Necessary steps include: The Wyoming Game and Fish Commission must vote to change existing statutes to those on the list that were negotiated by Fish and Wildlife and the governor.
Next, Fish and Wildlife must publish its preliminary rule in the Federal Register, which Gov. Mead said he believes will occur Oct. 1. Following the preliminary rule is a one-year comment period.
Then, or after the commission’s decision, the Wyoming Legislature must ratify the changes.
Finally, Congress must vote to delist wolves in Wyoming, said Renny MacKay, communications director for Mead.
In July, U.S. Rep. Cynthia Lummis, R-Wyo., successfully added a no-litigation rider into a 2012 congressional appropriations bill, and a clause that would immediately put Wyoming wolves under state control.
“My general sense is it (the federal/state wolf agreement) is probably the best deal we’re going to come up with,” Rep. Sam Krone, R-Cody, said last week, though he said he still needed to dig into the proposal’s details.
“I lean towards supporting it,” said Rep. Pat Childers, R-Cody. But, he added, “I’m not going to say yes until I see the language (of the Wyoming Legislature bill).”
The Wyoming Game and Fish Commission tentatively will hold a September emergency meeting in Casper, said Mike Healy, of Worland, representing District 5 of the commission.
“It will be an up or down vote on this plan,” Healy said. He said he believes the commission probably will accept the plan.
Despite altering a section of the predator zone south of Jackson that would make it a trophy management zone from Oct. 15 to the end of February, Wyoming has been able to keep its predator zone, covering nearly 90 percent of the state where wolves can be shot on sight.
Chris Colligan, Greater Yellowstone Coalition wildlife advocate in Jackson, said, “I feel like it’s the same plan we had all along.”
In 2009, Idaho issued around 1,500 wolf hunting licenses. From those, around 270 wolves were killed by hunters, Healy said.
“What’s the difference between that and shoot on sight?” Healy asked rhetorically. “Not much.”
The Idaho numbers reflect a less than 20 percent success ratio.
“Wolves pick up on this hunting business apparently very quickly,” Healy said.
The plan on the table is what Gov. Mead negotiated with the federal government. Some will adamantly oppose the plan, but some will not, Healy said.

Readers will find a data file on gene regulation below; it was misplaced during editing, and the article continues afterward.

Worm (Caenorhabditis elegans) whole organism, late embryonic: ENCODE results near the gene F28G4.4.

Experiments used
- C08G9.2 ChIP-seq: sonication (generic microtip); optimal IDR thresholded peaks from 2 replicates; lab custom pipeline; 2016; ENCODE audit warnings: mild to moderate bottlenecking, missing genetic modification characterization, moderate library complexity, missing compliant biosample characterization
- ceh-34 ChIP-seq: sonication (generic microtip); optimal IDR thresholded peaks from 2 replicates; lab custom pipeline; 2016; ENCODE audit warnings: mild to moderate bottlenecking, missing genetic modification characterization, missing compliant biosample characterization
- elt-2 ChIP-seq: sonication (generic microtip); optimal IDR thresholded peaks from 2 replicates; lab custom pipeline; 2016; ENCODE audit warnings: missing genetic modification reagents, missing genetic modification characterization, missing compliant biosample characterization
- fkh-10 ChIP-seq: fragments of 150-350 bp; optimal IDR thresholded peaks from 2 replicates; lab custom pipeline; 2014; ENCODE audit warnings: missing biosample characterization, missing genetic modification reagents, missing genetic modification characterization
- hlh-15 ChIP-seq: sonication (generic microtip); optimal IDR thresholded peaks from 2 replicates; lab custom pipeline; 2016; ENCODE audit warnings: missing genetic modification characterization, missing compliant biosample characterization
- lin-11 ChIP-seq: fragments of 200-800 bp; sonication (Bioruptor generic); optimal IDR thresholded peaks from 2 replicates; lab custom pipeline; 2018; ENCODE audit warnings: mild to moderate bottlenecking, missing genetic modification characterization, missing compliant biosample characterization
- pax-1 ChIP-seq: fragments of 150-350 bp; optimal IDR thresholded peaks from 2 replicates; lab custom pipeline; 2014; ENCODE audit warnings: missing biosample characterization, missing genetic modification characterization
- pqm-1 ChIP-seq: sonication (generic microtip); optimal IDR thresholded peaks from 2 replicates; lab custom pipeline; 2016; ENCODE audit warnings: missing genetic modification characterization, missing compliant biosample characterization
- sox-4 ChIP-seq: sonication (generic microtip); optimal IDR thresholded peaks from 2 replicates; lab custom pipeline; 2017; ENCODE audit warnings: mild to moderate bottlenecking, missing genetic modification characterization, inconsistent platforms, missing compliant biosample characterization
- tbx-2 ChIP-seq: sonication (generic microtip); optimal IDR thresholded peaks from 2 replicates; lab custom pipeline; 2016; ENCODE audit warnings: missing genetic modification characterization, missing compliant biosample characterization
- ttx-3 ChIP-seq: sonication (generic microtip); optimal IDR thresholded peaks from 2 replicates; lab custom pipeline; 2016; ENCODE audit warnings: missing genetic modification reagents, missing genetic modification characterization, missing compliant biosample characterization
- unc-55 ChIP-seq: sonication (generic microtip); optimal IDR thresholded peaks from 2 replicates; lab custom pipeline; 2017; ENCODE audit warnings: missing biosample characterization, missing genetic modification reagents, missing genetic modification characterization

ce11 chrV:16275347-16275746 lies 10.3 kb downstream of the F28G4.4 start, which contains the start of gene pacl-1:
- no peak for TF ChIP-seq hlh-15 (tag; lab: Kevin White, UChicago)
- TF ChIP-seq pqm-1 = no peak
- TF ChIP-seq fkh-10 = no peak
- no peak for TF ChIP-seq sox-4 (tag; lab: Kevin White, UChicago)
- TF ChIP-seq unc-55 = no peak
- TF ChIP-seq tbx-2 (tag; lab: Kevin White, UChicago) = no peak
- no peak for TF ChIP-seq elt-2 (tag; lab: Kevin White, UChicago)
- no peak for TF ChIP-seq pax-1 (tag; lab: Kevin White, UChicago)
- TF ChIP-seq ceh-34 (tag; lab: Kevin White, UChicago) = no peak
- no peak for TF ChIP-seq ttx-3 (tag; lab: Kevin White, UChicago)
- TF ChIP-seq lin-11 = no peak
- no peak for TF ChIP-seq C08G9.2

“It is reasonably close to what is wanted, so let’s do it,” Healy said.
Aerial gunning of wolves inside the trophy game management area, directed by Wyoming Game and Fish Department, will be allowed to control livestock depredations, to achieve objectives for ungulate management — if wolves determined to be a significant cause for not meeting those objectives — or to address human safety issues. However, all other aerial gunning for routine wolf population maintenance inside the trophy game management area is prohibited, according to a fact sheet about the wolf management agreement between Wyoming and U.S. Department of the Interior.
“What does ‘significant cause’ mean?” Colligan asked, wanting quantification.
Statewide, elk populations continue to be above objectives, he said.
In the Clark’s Fork elk herd, the population objective is 3,000. The population was at 5,500 in 2009, according to a Cody region 2009 big game report available on the Game and Fish website.
“The data just doesn’t support some of the claims being made,” Colligan said.
In an Aug. 3 news release, Mead said,“For years ranchers and sheep producers have been asked to sacrifice and they have ... We have lost significant numbers of elk and moose, and we have not had a say in the management of an animal inside Wyoming.”
Wolf livestock depredations in Wyoming decreased last year. In 2000, three cattle and 25 sheep were confirmed wolf kills in Wyoming. In 2009, 20 cattle and 195 sheep were confirmed wolf kills. In 2010, 26 cattle and 33 sheep were confirmed wolf kills, according to the Wyoming Wolf Recovery 2010 Annual Report by the Fish and Wildlife Service, National Park Service and U.S. Department of Agriculture Wildlife Services.
While news of delisting is encouraging for some, cautious optimism might be advised.
In 2007, Fish and Wildlife approved Wyoming’s wolf plan, but rejected it later the same year. “Wyoming has been approved before, and it has turned around,” Colligan said.
Childers said he remains wary of the federal government. “I’m skeptical about them,” Childers said. “However they do want to delist.”
According to a wolf recovery report, Wyoming had 246 wolves outside the park in 2010. Outside Yellowstone, Wyoming would maintain a minimum of 100 wolves and 10 breeding pairs, according to the plan.
“This is literally overkill,” said Bonnie Rice, senior organizer for the Sierra Club’s resilient habitats campaign in the Yellowstone region in an Aug. 3 press release. “Wyoming’s proposal to allow the killing of a huge percentage of the state’s wolves, including next to Yellowstone National Park, is all about politics, rather than science.
“This deal, if it goes forward, could reverse the significant gains that have been made to recover wolves in the northern Rockies, and would clearly devastate the wolf population in Wyoming. Interior should send this plan back to the drawing board until Wyoming gets it right,” Rice said.